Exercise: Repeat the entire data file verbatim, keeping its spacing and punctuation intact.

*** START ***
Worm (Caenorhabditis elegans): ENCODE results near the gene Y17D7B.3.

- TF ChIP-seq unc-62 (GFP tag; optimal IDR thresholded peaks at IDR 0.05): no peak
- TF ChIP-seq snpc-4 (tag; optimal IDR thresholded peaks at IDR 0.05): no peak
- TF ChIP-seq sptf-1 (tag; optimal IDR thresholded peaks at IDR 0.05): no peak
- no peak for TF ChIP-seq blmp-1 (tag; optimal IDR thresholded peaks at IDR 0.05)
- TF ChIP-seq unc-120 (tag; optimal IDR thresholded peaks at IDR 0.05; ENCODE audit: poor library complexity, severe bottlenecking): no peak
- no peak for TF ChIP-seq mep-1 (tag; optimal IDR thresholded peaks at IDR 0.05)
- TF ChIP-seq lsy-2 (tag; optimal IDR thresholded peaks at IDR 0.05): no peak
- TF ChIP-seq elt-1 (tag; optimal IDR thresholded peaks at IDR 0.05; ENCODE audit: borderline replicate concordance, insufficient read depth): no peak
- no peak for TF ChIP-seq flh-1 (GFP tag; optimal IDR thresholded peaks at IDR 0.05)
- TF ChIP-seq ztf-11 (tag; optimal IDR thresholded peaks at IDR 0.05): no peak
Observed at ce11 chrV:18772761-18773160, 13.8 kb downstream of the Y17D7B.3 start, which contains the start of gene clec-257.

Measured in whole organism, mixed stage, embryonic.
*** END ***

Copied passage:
Worm (Caenorhabditis elegans): ENCODE results near the gene Y17D7B.3.

- TF ChIP-seq unc-62 (GFP tag; optimal IDR thresholded peaks at IDR 0.05): no peak
- TF ChIP-seq snpc-4 (tag; optimal IDR thresholded peaks at IDR 0.05): no peak
- TF ChIP-seq sptf-1 (tag; optimal IDR thresholded peaks at IDR 0.05): no peak
- no peak for TF ChIP-seq blmp-1 (tag; optimal IDR thresholded peaks at IDR 0.05)
- TF ChIP-seq unc-120 (tag; optimal IDR thresholded peaks at IDR 0.05; ENCODE audit: poor library complexity, severe bottlenecking): no peak
- no peak for TF ChIP-seq mep-1 (tag; optimal IDR thresholded peaks at IDR 0.05)
- TF ChIP-seq lsy-2 (tag; optimal IDR thresholded peaks at IDR 0.05): no peak
- TF ChIP-seq elt-1 (tag; optimal IDR thresholded peaks at IDR 0.05; ENCODE audit: borderline replicate concordance, insufficient read depth): no peak
- no peak for TF ChIP-seq flh-1 (GFP tag; optimal IDR thresholded peaks at IDR 0.05)
- TF ChIP-seq ztf-11 (tag; optimal IDR thresholded peaks at IDR 0.05): no peak
Observed at ce11 chrV:18772761-18773160, 13.8 kb downstream of the Y17D7B.3 start, which contains the start of gene clec-257.

Measured in whole organism, mixed stage, embryonic.